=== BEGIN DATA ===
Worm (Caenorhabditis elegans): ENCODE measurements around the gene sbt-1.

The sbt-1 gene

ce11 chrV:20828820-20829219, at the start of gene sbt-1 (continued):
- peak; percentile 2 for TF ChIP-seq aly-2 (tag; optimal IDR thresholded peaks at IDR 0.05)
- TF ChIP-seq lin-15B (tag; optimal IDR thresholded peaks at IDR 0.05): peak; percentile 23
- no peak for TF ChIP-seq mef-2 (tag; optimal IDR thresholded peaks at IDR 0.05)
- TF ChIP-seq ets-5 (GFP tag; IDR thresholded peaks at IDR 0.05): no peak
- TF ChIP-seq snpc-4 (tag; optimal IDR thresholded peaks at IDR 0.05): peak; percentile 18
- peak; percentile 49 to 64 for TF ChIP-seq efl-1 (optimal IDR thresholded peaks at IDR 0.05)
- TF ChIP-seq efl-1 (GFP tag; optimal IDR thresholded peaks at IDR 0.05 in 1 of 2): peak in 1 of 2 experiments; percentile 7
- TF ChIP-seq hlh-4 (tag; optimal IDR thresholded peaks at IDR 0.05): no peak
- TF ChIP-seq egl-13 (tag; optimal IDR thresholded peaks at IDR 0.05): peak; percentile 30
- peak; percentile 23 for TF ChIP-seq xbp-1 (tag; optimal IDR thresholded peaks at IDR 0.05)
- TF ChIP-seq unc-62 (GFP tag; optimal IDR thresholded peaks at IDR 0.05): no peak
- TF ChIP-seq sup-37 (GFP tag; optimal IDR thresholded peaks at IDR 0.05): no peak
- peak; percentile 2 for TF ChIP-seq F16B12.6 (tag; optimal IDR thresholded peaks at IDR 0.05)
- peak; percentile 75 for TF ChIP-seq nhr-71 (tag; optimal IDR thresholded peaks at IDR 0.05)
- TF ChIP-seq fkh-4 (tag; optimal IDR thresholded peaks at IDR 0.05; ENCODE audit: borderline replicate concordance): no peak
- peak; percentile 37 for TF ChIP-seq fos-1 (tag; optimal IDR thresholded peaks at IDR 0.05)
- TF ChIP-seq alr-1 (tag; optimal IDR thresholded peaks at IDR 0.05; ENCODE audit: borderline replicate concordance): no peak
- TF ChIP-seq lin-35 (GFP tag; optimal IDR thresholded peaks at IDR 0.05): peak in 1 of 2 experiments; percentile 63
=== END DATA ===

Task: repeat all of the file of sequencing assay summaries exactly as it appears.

Worm (Caenorhabditis elegans): ENCODE measurements around the gene sbt-1.

The sbt-1 gene

ce11 chrV:20828820-20829219, at the start of gene sbt-1 (continued):
- peak; percentile 2 for TF ChIP-seq aly-2 (tag; optimal IDR thresholded peaks at IDR 0.05)
- TF ChIP-seq lin-15B (tag; optimal IDR thresholded peaks at IDR 0.05): peak; percentile 23
- no peak for TF ChIP-seq mef-2 (tag; optimal IDR thresholded peaks at IDR 0.05)
- TF ChIP-seq ets-5 (GFP tag; IDR thresholded peaks at IDR 0.05): no peak
- TF ChIP-seq snpc-4 (tag; optimal IDR thresholded peaks at IDR 0.05): peak; percentile 18
- peak; percentile 49 to 64 for TF ChIP-seq efl-1 (optimal IDR thresholded peaks at IDR 0.05)
- TF ChIP-seq efl-1 (GFP tag; optimal IDR thresholded peaks at IDR 0.05 in 1 of 2): peak in 1 of 2 experiments; percentile 7
- TF ChIP-seq hlh-4 (tag; optimal IDR thresholded peaks at IDR 0.05): no peak
- TF ChIP-seq egl-13 (tag; optimal IDR thresholded peaks at IDR 0.05): peak; percentile 30
- peak; percentile 23 for TF ChIP-seq xbp-1 (tag; optimal IDR thresholded peaks at IDR 0.05)
- TF ChIP-seq unc-62 (GFP tag; optimal IDR thresholded peaks at IDR 0.05): no peak
- TF ChIP-seq sup-37 (GFP tag; optimal IDR thresholded peaks at IDR 0.05): no peak
- peak; percentile 2 for TF ChIP-seq F16B12.6 (tag; optimal IDR thresholded peaks at IDR 0.05)
- peak; percentile 75 for TF ChIP-seq nhr-71 (tag; optimal IDR thresholded peaks at IDR 0.05)
- TF ChIP-seq fkh-4 (tag; optimal IDR thresholded peaks at IDR 0.05; ENCODE audit: borderline replicate concordance): no peak
- peak; percentile 37 for TF ChIP-seq fos-1 (tag; optimal IDR thresholded peaks at IDR 0.05)
- TF ChIP-seq alr-1 (tag; optimal IDR thresholded peaks at IDR 0.05; ENCODE audit: borderline replicate concordance): no peak
- TF ChIP-seq lin-35 (GFP tag; optimal IDR thresholded peaks at IDR 0.05): peak in 1 of 2 experiments; percentile 63